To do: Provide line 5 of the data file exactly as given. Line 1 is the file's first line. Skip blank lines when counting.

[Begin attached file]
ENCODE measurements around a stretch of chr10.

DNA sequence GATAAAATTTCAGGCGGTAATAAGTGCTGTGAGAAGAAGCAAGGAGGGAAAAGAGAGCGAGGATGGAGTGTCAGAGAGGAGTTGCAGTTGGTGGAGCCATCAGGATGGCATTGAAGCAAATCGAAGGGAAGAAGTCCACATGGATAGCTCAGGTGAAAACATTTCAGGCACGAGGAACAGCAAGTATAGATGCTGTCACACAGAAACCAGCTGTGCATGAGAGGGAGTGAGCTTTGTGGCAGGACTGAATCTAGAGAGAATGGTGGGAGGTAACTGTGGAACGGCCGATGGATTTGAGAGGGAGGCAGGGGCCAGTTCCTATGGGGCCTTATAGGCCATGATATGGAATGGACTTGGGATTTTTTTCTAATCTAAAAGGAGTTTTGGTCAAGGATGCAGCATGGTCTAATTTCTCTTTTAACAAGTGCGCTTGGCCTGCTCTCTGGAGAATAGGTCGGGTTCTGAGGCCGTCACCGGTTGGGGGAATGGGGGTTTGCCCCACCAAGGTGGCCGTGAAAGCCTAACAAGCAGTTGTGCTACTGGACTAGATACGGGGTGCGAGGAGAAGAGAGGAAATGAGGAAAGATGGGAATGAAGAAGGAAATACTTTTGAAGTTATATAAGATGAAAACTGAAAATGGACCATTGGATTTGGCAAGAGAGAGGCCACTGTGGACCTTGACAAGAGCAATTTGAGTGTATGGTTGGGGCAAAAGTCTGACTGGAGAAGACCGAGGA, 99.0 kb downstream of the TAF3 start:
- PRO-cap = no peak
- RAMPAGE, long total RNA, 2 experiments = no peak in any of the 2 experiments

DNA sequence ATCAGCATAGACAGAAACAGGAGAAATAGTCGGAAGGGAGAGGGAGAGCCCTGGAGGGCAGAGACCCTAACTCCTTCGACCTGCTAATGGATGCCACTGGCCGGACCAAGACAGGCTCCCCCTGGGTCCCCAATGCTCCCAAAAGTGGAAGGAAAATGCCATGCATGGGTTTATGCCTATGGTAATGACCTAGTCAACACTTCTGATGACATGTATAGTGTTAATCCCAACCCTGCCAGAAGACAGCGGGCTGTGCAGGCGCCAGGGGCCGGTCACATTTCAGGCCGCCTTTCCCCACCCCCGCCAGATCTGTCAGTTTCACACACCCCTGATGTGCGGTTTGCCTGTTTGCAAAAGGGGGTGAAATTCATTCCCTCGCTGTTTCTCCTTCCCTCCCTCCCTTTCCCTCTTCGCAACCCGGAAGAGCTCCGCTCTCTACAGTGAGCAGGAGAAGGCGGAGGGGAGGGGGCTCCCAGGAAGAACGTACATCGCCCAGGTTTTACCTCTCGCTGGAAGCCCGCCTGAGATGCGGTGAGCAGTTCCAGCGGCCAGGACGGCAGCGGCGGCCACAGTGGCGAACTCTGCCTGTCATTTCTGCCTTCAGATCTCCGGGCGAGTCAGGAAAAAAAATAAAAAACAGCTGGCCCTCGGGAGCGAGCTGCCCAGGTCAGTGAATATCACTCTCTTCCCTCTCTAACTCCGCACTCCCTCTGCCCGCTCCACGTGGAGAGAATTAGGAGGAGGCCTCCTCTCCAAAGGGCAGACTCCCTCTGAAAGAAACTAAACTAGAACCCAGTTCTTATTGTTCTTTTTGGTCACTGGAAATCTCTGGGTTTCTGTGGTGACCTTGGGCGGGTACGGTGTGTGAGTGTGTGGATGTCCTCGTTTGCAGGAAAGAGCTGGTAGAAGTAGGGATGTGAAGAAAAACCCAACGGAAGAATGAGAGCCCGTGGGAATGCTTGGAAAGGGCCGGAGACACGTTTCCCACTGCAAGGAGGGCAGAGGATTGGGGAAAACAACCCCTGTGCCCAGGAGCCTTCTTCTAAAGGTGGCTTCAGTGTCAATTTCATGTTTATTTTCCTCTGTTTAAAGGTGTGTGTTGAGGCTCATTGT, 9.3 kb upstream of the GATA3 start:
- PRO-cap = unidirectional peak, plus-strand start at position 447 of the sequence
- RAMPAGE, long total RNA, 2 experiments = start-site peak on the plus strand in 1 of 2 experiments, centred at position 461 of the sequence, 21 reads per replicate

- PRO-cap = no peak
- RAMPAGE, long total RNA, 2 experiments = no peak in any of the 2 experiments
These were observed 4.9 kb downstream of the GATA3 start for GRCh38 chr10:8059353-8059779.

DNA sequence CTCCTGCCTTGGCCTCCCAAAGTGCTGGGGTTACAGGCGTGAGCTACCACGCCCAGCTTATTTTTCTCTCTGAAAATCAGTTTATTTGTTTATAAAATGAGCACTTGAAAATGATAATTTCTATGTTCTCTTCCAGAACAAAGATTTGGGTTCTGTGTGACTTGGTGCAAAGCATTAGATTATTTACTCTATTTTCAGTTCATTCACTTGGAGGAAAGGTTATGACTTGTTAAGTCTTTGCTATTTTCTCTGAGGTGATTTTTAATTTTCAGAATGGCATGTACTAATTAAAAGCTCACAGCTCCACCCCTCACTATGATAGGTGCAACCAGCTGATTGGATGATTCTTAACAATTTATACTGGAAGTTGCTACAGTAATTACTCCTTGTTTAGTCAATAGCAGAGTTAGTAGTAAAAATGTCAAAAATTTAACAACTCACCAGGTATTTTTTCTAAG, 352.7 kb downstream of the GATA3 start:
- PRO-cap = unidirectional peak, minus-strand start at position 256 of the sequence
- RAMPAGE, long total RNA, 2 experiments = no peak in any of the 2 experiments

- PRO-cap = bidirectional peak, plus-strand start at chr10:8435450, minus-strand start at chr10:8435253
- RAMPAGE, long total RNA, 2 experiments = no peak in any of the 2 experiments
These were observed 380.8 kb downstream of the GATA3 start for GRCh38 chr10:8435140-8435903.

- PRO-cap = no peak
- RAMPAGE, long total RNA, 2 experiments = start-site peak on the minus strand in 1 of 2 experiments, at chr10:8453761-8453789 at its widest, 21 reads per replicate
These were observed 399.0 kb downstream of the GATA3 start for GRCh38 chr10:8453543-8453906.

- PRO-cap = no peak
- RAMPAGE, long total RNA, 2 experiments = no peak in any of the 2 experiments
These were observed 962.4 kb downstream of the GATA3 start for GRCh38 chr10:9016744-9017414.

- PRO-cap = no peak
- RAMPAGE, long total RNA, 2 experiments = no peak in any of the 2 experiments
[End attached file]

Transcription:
DNA sequence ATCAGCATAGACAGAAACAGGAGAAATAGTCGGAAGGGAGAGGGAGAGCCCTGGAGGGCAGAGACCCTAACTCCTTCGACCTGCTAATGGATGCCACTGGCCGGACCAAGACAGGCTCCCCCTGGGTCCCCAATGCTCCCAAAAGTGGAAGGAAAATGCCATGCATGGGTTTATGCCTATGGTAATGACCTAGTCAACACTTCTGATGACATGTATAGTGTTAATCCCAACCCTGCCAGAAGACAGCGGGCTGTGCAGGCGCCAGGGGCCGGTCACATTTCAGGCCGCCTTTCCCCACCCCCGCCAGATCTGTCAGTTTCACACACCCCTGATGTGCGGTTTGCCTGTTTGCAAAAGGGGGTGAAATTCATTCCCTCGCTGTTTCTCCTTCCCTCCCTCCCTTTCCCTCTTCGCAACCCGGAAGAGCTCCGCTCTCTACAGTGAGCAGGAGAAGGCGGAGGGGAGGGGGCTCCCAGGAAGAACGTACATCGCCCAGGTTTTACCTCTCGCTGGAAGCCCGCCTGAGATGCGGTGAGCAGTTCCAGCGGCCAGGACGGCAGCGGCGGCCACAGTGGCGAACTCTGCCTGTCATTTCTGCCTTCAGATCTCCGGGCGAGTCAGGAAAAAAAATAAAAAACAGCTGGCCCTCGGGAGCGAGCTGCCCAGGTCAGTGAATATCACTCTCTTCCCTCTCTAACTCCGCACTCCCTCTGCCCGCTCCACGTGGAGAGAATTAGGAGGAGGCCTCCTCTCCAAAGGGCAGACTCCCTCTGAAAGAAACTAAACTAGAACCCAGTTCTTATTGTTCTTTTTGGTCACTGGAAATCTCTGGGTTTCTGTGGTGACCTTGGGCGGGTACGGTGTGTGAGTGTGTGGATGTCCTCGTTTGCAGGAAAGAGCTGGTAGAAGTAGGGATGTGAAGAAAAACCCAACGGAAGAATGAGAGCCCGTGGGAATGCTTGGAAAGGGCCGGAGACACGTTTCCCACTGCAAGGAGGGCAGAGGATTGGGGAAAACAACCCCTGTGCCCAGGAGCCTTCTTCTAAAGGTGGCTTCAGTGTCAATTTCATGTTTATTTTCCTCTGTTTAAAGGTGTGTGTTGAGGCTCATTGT, 9.3 kb upstream of the GATA3 start: